It was so exciting to see to see the characters and the country of India come to life onscreen in The Best Exotic Marigold Hotel. A huge fan of the book, Deborah Moggach’s These Foolish Things, renamed and republished in time for the film’s release, I was quite nervous to see the film. I needn’t have worried. While Ol Parker has changed quite a bit from the book, erasing and changing characters, he’s left the essential center, the heart of the movie, right at its core where it should be.
MY TAKE ON THE BOOK BY DEBORAH MOGGACH
That heart is the story of a group of older British retirees, who for various financial reasons, relocate to a new - and very cheap - hotel in India where they discover it’s never to late to SPOILER ALERT start again. But that wasn't really a spoiler alert, right? I bet you saw this coming right? If you saw the trailer you know what it’s about and you know it’s intended as a feel good movie for its audience, which like its actors, is ‘ a little older’. It’s all heart and it works.
And the heart of that group is Judi Dench, beautiful as the warm-hearted Evelyn. (My husband said they know how to dress her. And they do. She always looked cool and elegant but appropriate to her age and setting) A recent widow with money troubles, she’s plucky and resourceful, and would rather live in India than impose on her son and his family. She’s in direct contrast to Penelope Wilton (Isabel Crawley in Downton Abbey) as Jean who is so pathetically whiny and angry and frightened to find herself in this foreign land that she couldn‘t have a good time if she tried. Which she won‘t. Still, she‘s such a sad sack, we feel sorry for her. Ch - ch - change is good but not for everyone. Bill Nighy, Jean’s husband, Douglas, on the other hand is stimulated by the change, excited to explore the area. Like Judi Dench, he’s eager to see what lies ahead, Also working on a haitus from Downton Abbey, Maggie Smith is bloody marvelous as the crotchety, racist Muriel, channeling Michael Caine’s cockney accent from Alfie. “If I can’t pronounce it I won’t eat it” . Tom Wilkerson plays Norman, a character who has had a sex change (from the book, that is, where he is most like Dorothy) who returns to the country he grew up in to find his long lost love. The young Dev Patel (Slum Dog Millionaire, Newsroom) is the hotelier. Physically, he’s not what I had in mind but he’s so absolutely positively optimistic and cheerful he made me forget the novel’s version. He wants the hotel to be a success; it would break my heart to deny him.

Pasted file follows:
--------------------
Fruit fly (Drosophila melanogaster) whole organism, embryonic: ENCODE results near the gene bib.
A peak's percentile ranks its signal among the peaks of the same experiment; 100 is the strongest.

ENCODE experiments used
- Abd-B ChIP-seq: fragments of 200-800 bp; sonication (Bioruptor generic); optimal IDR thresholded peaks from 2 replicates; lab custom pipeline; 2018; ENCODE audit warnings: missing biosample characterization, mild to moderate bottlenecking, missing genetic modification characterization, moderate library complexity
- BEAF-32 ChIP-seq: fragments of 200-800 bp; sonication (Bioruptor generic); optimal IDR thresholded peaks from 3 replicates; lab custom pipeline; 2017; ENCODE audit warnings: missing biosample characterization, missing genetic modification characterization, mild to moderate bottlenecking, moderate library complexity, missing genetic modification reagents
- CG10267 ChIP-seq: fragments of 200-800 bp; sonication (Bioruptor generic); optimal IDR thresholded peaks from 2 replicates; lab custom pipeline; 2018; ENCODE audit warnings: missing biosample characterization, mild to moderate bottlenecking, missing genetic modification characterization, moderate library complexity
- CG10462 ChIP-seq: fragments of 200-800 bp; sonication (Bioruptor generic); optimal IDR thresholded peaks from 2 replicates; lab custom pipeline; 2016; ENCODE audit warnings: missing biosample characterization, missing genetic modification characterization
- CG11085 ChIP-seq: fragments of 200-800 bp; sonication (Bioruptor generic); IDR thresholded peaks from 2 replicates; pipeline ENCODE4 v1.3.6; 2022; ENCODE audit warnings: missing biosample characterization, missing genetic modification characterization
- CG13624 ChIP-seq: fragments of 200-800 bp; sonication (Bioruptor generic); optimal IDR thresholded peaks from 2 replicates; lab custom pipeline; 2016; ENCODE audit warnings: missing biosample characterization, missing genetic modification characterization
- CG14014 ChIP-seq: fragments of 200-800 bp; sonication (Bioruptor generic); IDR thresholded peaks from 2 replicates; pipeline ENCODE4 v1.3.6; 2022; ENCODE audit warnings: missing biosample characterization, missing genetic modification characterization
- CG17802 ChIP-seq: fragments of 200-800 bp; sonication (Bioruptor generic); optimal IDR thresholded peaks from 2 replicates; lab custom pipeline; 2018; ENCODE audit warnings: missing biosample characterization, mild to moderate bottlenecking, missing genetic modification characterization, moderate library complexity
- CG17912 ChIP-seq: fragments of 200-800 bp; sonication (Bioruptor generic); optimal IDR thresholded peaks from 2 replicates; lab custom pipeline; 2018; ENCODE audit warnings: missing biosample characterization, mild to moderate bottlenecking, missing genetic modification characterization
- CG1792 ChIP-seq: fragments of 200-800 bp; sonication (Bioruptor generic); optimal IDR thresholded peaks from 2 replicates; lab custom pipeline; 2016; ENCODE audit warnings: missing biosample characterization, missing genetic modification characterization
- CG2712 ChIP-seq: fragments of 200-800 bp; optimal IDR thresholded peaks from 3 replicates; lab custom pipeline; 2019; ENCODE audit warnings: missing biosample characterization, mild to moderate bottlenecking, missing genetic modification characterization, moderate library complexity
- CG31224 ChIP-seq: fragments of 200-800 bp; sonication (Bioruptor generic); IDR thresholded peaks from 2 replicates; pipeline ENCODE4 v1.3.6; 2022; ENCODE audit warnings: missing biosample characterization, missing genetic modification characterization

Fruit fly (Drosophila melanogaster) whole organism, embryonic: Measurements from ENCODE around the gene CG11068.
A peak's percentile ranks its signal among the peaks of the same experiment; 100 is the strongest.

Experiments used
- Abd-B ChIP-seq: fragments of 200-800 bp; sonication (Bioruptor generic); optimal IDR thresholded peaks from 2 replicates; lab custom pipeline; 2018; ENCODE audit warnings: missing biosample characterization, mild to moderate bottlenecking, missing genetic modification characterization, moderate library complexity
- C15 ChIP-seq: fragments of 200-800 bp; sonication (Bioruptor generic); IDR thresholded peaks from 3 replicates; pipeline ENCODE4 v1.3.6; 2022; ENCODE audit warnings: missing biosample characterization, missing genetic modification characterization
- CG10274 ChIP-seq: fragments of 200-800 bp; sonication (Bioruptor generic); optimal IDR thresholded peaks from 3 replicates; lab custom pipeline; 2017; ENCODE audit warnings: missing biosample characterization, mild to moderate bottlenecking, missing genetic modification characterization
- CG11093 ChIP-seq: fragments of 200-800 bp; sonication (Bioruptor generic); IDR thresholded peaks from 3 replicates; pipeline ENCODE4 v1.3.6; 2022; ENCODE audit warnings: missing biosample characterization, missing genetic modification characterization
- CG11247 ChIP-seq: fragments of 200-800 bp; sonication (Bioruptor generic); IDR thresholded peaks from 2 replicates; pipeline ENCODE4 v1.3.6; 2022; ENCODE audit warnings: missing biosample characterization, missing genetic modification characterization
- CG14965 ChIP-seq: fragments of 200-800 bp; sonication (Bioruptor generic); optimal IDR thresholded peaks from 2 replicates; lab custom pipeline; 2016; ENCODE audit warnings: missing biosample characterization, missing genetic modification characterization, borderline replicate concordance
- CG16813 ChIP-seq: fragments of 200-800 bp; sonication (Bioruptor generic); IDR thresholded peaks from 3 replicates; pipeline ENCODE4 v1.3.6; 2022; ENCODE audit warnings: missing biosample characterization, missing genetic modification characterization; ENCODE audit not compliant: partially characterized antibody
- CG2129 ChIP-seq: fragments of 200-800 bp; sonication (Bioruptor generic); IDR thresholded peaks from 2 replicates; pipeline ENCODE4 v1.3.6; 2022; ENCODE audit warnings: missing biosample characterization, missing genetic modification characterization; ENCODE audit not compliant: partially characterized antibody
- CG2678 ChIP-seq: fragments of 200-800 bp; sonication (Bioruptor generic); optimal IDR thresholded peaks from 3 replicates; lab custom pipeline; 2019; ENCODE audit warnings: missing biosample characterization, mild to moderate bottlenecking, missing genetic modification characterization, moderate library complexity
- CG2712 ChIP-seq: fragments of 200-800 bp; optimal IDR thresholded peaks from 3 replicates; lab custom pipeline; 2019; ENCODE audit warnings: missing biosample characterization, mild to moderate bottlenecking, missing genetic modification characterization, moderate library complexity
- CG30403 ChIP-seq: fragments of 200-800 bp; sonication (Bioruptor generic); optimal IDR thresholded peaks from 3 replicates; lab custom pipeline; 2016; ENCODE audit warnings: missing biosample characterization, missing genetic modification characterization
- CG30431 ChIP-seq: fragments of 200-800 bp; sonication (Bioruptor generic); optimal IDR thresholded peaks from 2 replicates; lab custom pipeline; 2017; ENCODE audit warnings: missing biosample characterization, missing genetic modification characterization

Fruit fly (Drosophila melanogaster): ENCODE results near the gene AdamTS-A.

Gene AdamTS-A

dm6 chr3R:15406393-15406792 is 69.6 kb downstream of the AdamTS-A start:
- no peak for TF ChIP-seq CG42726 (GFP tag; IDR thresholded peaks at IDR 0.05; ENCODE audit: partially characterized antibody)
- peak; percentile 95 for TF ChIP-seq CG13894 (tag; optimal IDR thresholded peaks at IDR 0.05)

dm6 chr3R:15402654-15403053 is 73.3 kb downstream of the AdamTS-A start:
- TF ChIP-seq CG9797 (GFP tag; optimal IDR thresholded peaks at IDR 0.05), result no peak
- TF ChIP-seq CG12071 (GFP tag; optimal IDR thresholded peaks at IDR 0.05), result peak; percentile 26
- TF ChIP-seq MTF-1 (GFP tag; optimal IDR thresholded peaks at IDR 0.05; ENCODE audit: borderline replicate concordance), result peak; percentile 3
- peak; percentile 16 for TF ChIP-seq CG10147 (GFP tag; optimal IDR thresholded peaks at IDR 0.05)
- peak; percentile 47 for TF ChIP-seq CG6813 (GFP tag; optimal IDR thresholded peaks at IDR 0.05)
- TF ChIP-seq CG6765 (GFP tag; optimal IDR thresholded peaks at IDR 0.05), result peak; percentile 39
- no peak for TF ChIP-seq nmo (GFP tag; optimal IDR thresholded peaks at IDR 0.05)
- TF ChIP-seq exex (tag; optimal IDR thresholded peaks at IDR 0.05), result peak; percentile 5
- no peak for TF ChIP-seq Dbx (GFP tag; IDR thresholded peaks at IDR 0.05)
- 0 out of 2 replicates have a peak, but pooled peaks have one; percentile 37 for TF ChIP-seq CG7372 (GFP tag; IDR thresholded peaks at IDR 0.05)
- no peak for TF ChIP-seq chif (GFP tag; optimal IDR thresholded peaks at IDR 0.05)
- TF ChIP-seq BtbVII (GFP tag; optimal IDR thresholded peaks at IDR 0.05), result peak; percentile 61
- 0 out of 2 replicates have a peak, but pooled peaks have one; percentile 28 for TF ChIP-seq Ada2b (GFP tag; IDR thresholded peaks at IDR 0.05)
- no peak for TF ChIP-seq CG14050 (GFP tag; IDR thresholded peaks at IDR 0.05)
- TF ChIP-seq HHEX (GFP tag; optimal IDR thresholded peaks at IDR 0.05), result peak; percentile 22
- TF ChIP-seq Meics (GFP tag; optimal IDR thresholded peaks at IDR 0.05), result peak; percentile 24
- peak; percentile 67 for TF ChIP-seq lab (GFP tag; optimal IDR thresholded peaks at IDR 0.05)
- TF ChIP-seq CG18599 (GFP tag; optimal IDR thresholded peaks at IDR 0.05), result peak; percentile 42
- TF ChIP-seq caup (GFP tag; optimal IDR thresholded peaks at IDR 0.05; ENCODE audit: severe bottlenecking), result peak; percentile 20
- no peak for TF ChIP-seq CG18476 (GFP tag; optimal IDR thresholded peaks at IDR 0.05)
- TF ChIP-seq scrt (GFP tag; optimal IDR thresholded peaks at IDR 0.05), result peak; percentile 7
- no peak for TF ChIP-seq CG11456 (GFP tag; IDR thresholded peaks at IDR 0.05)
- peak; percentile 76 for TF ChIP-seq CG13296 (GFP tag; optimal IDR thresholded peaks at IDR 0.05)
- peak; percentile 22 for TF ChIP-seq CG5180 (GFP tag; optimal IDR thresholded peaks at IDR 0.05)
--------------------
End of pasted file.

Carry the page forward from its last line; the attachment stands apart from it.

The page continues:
I loved the film. (watch the trailer below) It’s the kind that makes an old girl laugh and cry and feel better for having done so. If by chance you see the movie and you’re interested in traveling to India, the L.A. Times had a blurb on this Best Exotic Marigold Hotel Tour of India